For children with asthma, September can be one of the worst months.

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In fact, clinical studies have shown the greatest number of hospitalizations as a result of asthma occur in the weeks after Labor Day.

Most asthma in children is caused by allergies.

"90 percent of the triggers of asthma in children is allergies, which is not necessarily the case in adults. September has some overlapping changes in ragweed which normally starts during the last week of August, but it's been migrating earlier and earlier. We also have other allergenic plants along with grasses which have a second pollenating season," said Dr. Leonard Bielory, attending at Robert Wood Johnson University Hospital in the Division of Allergy and Immunology.

"The grass overlays the ragweed season, especially with the amount of rainfall we had over the summer which caused a delay of the peak of the ragweed season. The rain this summer also heightened other weeds and grasses. So, the ragweed, other weeds and grasses came together and are making for a difficult September for asthma and allergy sufferers."

The indian summer, where the high humidity came in briefly and released pollen into the air combined with the other factors created a "witches brew" for allergy and asthma sufferers.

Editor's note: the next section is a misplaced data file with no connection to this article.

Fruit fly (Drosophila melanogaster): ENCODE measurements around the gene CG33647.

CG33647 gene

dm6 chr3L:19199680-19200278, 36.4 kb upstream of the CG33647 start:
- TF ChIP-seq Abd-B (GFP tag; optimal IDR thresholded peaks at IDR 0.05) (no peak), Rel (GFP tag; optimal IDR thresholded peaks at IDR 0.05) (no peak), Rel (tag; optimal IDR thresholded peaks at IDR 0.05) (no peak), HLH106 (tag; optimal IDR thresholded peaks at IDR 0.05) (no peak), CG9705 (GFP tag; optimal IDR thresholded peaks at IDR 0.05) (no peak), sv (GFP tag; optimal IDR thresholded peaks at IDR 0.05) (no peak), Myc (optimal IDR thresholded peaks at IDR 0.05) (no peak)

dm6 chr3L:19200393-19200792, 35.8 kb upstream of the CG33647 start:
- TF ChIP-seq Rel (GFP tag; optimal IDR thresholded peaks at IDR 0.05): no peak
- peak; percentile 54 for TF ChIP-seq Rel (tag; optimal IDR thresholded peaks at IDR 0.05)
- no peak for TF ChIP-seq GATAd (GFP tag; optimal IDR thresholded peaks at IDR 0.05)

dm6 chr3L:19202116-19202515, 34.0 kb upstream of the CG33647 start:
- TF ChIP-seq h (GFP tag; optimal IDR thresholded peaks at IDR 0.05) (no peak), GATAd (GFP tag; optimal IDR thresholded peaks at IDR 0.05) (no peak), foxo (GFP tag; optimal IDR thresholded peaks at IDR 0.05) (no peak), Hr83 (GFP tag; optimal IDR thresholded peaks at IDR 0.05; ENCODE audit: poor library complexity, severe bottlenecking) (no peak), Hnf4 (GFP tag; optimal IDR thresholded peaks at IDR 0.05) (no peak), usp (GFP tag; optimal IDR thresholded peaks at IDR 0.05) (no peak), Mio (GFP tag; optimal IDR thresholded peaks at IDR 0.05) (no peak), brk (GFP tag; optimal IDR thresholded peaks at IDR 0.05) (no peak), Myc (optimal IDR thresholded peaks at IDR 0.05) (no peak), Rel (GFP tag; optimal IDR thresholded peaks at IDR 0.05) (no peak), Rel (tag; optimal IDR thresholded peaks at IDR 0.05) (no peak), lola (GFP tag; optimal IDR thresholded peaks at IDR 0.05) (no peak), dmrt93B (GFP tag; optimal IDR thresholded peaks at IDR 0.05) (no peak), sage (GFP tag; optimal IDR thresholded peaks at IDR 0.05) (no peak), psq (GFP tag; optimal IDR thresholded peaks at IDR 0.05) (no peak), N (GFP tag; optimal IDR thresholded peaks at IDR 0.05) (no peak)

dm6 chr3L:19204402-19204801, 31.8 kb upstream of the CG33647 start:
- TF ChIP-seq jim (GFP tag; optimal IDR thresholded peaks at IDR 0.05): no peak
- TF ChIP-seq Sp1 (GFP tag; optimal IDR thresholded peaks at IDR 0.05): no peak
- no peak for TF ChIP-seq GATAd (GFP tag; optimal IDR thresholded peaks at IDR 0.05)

"You have high humidity, the release of pollen grains. Add grass pollen, other pollen and mold into that as the leaves fall from the trees, and it creates an incredibly tough time for those who suffer," said Bielory.

Children also go from spending a great deal of the summer outdoors and then school starts and they are subjected to indoor allergens.

"While most schools are very well filtered, the most common allergen they are subjected to indoors is dust mites and in some cases, cockroach, which is much more potent than dust mites," said Bielory. "If you have a child who suffers with asthma, you should pre-medicate and have an asthma action plan in place. It's also important to monitor the pollen count, not the index, the actual count."

To get the pollen count, visit You can also download the iPollencount app for New Jersey, New York and Pennsylvania areas. You can get your day to day pollen counts, score your symptoms and send them right to your doctor, so you can adjust your medications accordingly.